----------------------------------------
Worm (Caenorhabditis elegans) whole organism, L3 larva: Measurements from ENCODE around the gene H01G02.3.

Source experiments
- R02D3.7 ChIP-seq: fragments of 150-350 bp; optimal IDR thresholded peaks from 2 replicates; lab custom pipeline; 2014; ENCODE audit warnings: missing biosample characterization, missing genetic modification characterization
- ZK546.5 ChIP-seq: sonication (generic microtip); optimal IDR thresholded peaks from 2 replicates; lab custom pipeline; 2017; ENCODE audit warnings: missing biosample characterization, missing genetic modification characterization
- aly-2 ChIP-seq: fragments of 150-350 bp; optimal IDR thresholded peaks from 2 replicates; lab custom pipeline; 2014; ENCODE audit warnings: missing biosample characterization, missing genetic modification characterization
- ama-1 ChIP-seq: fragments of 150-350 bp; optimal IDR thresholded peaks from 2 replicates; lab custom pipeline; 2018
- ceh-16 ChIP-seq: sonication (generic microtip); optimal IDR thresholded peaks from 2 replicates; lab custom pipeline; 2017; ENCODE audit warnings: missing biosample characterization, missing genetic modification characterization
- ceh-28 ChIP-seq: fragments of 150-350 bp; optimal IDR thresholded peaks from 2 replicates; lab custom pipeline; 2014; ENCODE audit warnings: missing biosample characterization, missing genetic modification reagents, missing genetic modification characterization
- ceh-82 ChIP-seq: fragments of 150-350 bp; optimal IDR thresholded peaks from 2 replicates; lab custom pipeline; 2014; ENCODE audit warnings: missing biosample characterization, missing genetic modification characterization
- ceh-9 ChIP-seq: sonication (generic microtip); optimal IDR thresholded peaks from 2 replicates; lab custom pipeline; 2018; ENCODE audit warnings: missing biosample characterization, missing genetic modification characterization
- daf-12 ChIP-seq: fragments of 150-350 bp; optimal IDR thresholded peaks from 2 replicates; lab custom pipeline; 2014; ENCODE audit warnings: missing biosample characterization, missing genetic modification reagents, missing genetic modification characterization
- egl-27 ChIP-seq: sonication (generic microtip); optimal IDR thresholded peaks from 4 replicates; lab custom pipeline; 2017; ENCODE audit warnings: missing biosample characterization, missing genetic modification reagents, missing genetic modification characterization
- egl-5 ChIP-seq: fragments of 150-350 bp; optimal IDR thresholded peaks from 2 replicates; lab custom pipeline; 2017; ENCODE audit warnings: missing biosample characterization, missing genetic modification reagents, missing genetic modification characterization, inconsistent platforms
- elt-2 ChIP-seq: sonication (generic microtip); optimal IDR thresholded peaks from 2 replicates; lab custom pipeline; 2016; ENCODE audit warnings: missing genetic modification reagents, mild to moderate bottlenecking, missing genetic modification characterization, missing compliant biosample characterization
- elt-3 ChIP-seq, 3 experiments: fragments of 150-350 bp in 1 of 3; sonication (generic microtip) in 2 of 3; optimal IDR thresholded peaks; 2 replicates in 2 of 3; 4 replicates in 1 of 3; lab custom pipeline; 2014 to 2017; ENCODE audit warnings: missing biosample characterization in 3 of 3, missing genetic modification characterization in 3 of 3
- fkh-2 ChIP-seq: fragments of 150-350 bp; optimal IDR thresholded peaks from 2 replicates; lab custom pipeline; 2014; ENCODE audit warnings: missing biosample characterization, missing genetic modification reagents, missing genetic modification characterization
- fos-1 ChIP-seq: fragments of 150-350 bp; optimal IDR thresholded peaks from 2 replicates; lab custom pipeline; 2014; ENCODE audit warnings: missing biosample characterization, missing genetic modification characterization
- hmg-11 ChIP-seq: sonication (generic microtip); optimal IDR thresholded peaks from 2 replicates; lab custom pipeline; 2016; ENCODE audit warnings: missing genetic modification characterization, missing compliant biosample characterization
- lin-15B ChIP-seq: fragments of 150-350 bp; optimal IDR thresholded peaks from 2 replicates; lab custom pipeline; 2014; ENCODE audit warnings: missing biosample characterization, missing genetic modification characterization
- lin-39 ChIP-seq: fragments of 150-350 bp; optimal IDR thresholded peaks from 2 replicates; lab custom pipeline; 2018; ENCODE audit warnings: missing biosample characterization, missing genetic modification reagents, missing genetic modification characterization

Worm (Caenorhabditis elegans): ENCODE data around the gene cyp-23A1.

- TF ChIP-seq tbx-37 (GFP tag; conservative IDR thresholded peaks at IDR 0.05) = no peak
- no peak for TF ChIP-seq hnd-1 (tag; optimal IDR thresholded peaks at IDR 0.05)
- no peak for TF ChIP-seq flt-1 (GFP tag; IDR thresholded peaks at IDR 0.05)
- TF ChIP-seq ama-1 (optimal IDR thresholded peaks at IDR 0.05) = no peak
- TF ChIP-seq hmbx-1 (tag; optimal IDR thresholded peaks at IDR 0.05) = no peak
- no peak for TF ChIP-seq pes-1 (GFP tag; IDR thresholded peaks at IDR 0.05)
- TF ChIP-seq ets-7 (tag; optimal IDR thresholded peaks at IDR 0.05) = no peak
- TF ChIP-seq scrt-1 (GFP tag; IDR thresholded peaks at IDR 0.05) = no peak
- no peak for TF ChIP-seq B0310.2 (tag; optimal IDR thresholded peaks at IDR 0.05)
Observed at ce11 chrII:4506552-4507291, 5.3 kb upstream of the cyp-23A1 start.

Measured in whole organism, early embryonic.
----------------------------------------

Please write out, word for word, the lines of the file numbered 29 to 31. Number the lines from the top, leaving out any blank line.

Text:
- TF ChIP-seq scrt-1 (GFP tag; IDR thresholded peaks at IDR 0.05) = no peak
- no peak for TF ChIP-seq B0310.2 (tag; optimal IDR thresholded peaks at IDR 0.05)
Observed at ce11 chrII:4506552-4507291, 5.3 kb upstream of the cyp-23A1 start.